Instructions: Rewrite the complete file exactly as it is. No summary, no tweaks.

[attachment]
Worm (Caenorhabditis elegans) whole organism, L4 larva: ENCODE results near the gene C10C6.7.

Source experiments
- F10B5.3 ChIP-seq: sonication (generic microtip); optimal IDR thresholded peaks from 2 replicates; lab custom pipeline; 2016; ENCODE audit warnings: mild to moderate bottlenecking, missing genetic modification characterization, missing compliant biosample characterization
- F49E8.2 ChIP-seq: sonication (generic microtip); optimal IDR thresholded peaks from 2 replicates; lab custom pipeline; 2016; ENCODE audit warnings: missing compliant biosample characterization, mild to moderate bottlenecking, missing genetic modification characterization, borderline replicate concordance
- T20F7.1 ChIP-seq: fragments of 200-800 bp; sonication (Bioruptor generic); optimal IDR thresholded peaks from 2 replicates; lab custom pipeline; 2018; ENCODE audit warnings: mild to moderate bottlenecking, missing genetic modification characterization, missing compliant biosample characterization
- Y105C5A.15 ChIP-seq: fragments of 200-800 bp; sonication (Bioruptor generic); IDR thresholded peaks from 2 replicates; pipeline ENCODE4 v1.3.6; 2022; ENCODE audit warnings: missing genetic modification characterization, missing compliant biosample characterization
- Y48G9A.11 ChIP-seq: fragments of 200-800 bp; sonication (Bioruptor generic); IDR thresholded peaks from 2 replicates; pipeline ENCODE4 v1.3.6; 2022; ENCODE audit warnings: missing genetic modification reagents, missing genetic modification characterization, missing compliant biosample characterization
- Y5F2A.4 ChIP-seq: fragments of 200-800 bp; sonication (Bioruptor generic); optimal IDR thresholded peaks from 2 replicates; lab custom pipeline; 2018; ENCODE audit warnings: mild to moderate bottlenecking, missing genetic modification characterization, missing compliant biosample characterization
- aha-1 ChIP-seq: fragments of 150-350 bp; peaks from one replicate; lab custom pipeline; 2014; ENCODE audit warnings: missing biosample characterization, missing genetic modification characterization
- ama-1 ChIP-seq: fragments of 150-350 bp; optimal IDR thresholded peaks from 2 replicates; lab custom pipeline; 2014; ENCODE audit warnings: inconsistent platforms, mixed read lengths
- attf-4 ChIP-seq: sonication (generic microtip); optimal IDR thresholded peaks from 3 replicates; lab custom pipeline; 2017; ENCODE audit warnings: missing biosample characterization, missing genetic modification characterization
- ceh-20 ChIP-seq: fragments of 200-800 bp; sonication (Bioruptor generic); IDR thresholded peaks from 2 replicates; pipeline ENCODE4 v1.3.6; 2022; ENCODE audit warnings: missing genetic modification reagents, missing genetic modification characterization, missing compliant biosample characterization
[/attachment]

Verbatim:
Worm (Caenorhabditis elegans) whole organism, L4 larva: ENCODE results near the gene C10C6.7.

Source experiments
- F10B5.3 ChIP-seq: sonication (generic microtip); optimal IDR thresholded peaks from 2 replicates; lab custom pipeline; 2016; ENCODE audit warnings: mild to moderate bottlenecking, missing genetic modification characterization, missing compliant biosample characterization
- F49E8.2 ChIP-seq: sonication (generic microtip); optimal IDR thresholded peaks from 2 replicates; lab custom pipeline; 2016; ENCODE audit warnings: missing compliant biosample characterization, mild to moderate bottlenecking, missing genetic modification characterization, borderline replicate concordance
- T20F7.1 ChIP-seq: fragments of 200-800 bp; sonication (Bioruptor generic); optimal IDR thresholded peaks from 2 replicates; lab custom pipeline; 2018; ENCODE audit warnings: mild to moderate bottlenecking, missing genetic modification characterization, missing compliant biosample characterization
- Y105C5A.15 ChIP-seq: fragments of 200-800 bp; sonication (Bioruptor generic); IDR thresholded peaks from 2 replicates; pipeline ENCODE4 v1.3.6; 2022; ENCODE audit warnings: missing genetic modification characterization, missing compliant biosample characterization
- Y48G9A.11 ChIP-seq: fragments of 200-800 bp; sonication (Bioruptor generic); IDR thresholded peaks from 2 replicates; pipeline ENCODE4 v1.3.6; 2022; ENCODE audit warnings: missing genetic modification reagents, missing genetic modification characterization, missing compliant biosample characterization
- Y5F2A.4 ChIP-seq: fragments of 200-800 bp; sonication (Bioruptor generic); optimal IDR thresholded peaks from 2 replicates; lab custom pipeline; 2018; ENCODE audit warnings: mild to moderate bottlenecking, missing genetic modification characterization, missing compliant biosample characterization
- aha-1 ChIP-seq: fragments of 150-350 bp; peaks from one replicate; lab custom pipeline; 2014; ENCODE audit warnings: missing biosample characterization, missing genetic modification characterization
- ama-1 ChIP-seq: fragments of 150-350 bp; optimal IDR thresholded peaks from 2 replicates; lab custom pipeline; 2014; ENCODE audit warnings: inconsistent platforms, mixed read lengths
- attf-4 ChIP-seq: sonication (generic microtip); optimal IDR thresholded peaks from 3 replicates; lab custom pipeline; 2017; ENCODE audit warnings: missing biosample characterization, missing genetic modification characterization
- ceh-20 ChIP-seq: fragments of 200-800 bp; sonication (Bioruptor generic); IDR thresholded peaks from 2 replicates; pipeline ENCODE4 v1.3.6; 2022; ENCODE audit warnings: missing genetic modification reagents, missing genetic modification characterization, missing compliant biosample characterization